Harry Truman could have run for a third term in 1952, but chose not to – undoubtedly realizing that the public were tired of Democrats’ New Deal. The stalemated Korean War had dragged Mr. Truman’s popularity down, and he had survived an assassination-attempt at Blair House in 1950. So at age 68 he gladly handed the torch to Adlai Stevenson. Insiders said Mr. Truman was pretty grumpy about Ike – the general he had once commanded at the close of World War II – replacing him in the Oval Office, but he left the stage with good grace and returned to Missouri with Mrs. Truman. HST had no personal wealth and owned no property. In those days there was no presidential pension, so his only income was a small soldier’s pension from his service in World War I. Although he received many lucrative offers for corporate executive positions, he declined them all, saying the presidency was “not for sale – not by me, anyway.” I didn’t agree with Mr. Truman, politically, but you’ve got to admit that the guy went out with some style. In 1958 the Congress passed the Former Presidents Act which granted Mr. Truman and all ex-presidents a livable pension. “Give-‘em-hell” Harry lived quietly in Kansas City until his death in 1972.

Adlai Stevenson ran unsuccessfully against Dwight Eisenhower in 1952 and ’56. The popular general had won the public’s undying admiration for defeating the Germans in North Africa and then in Western Europe to help win World War II. Ike swept the political field both times, re-energizing a Republican Party which had not held the presidency for 20 years. Mr. Stevenson took his losses in stride and later came back to serve capably as our Ambassador to the United Nations during the Kennedy Administration. He died in 1965. Dwight Eisenhower made no public political comments after leaving office. He died in 1969 at age 79.

Richard Nixon, Ike’s VP, lost a 1960 squeaker to John Kennedy in an election that featured corrupted voting in several states. Nixon’ inner circle, including President Eisenhower, advised him to request recounts in Illinois, West Virginia and Texas, but Nixon declined, saying it would hurt the country. He did not publicly question the election’s legitimacy. Two years later Mr. Nixon ran for governor of California. He was rudely treated by the California media, some of which had never forgiven his anti-Commie zealotry on the House Un-American Activities in the 1940s. After losing to incumbent Governor Pat Brown, Mr. Nixon made a memorable on-camera statement in which he bitterly snarled, “You won’t have Nixon to kick around anymore…” But six years later the persistent “former next president” came back from the political graveyard, where his enemies thought they had buried him, and won the presidency in a tumultuous campaign where Segregationist George Wallace won 46 electoral votes in 5 states.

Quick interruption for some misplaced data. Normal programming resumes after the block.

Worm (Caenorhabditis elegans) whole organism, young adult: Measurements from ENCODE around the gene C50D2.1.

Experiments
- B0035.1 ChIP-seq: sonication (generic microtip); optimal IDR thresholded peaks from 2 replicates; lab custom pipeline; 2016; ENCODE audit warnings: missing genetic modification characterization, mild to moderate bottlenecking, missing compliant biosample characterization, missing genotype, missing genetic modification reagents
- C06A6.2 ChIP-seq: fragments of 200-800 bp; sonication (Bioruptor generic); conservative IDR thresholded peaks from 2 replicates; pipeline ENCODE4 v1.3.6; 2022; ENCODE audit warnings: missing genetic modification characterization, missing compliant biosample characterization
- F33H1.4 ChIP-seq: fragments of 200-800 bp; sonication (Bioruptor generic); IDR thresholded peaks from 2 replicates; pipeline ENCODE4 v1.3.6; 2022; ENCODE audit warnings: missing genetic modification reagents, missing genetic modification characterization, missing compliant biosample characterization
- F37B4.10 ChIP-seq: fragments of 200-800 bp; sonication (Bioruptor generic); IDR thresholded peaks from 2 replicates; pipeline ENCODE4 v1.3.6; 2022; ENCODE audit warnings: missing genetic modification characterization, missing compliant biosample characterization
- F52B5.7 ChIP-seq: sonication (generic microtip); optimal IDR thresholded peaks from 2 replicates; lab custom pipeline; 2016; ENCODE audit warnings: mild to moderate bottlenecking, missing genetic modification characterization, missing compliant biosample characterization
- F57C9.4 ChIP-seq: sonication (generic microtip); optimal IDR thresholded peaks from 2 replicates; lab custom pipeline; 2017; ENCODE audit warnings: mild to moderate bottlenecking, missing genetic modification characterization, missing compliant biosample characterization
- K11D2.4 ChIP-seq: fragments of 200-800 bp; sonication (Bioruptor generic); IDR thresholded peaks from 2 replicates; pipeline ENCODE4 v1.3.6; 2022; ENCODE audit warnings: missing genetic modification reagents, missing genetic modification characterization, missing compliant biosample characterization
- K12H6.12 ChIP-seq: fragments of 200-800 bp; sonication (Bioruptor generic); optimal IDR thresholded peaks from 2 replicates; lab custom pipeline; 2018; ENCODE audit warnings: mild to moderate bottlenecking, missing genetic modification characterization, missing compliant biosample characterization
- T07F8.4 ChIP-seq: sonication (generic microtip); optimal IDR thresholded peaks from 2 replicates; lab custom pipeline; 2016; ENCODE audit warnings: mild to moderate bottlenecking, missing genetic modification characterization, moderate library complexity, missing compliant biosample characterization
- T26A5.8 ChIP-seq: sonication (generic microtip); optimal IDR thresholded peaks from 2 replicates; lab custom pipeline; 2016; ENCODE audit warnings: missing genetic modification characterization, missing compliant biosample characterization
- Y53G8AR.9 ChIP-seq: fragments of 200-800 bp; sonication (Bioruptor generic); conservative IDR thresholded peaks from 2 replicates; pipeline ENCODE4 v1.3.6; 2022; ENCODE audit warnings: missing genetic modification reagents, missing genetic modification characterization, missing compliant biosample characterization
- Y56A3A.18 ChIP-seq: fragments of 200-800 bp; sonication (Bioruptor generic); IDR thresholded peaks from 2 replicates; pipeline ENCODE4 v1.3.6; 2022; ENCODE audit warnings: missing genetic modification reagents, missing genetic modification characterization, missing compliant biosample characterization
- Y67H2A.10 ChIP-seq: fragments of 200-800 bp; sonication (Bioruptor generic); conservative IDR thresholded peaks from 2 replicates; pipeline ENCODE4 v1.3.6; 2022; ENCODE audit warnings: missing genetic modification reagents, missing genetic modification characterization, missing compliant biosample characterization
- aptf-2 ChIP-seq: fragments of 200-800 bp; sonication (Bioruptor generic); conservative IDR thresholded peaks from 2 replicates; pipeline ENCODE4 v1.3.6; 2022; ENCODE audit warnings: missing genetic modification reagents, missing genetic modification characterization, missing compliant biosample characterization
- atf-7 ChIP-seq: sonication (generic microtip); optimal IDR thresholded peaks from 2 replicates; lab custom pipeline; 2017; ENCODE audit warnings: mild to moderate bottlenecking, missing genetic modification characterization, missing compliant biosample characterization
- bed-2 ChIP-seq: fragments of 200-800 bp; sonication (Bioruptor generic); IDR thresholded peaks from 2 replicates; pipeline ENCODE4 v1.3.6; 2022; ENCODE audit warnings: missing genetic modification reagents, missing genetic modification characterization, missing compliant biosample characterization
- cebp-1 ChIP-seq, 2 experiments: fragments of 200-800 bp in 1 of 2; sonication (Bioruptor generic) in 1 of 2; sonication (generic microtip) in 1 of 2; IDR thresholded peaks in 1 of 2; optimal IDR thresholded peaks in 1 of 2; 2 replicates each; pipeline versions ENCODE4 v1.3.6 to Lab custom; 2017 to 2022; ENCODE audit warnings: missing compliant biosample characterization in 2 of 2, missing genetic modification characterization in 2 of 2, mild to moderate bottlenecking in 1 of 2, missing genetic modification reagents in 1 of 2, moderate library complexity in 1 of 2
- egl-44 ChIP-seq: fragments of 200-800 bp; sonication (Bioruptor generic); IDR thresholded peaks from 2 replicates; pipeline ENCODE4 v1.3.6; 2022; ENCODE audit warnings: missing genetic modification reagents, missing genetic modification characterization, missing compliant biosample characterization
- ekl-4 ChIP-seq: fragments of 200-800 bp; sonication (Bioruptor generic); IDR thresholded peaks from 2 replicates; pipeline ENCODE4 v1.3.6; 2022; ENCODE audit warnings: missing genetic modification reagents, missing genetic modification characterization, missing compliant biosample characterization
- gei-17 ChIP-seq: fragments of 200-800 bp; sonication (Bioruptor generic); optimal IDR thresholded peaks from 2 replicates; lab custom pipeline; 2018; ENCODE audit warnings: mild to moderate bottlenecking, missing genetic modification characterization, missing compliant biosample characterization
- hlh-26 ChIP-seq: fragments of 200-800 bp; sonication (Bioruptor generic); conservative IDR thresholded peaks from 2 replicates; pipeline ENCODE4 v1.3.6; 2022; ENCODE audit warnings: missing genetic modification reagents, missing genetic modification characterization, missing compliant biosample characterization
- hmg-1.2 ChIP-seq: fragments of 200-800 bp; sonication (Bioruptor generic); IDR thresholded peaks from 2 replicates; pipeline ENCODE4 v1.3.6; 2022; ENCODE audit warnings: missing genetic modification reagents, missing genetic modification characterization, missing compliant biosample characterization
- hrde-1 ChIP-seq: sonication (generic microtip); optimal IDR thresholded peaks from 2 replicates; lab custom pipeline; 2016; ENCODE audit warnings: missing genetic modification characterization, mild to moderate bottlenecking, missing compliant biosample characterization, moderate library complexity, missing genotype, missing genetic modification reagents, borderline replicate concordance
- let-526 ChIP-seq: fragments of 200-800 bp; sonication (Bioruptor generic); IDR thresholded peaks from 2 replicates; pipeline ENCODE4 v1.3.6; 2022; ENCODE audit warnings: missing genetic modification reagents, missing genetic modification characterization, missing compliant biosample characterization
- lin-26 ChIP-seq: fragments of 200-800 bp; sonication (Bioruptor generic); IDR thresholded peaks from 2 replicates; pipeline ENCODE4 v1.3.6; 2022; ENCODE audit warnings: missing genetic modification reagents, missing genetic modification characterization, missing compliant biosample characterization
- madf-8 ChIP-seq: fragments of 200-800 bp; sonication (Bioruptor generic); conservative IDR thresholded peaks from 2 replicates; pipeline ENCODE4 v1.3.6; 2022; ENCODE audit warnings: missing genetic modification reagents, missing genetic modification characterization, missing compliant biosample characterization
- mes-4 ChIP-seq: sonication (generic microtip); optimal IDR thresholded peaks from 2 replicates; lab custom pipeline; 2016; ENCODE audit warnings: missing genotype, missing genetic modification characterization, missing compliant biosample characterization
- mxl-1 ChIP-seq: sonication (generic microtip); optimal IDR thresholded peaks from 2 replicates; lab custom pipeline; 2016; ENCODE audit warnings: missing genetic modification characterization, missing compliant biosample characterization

Hubert Humphrey, LBJ’s VP, should have been Democrats’ natural choice in 1968, after LBJ declined to seek another term. But Senator Bobby Kennedy’s peace-campaign was rolling and looked like it might take the nomination. Then Mr. Humphrey suddenly became the Democrats’ main guy when Senator Bobby Kennedy’s campaign and life were ended by Sirhan-Sirhan in a hotel-basement, just after RFK’s win in the California primary. Many Dems believed Bobby’s anti-war campaign was on its way to a sure win in November over the much-hated Nixon, so Mr. Humphrey, was very much a second banana. His vow to continue the Vietnam War, plus Governor Wallace’s campaign to stop integration, were a one-two punch that the Happy Warrior could not overcome. Later, Mr. Humphrey was again elected senator for Minnesota, serving honorably until his death in 1978 at age 67. I never heard him say a word about his failed try for the presidency.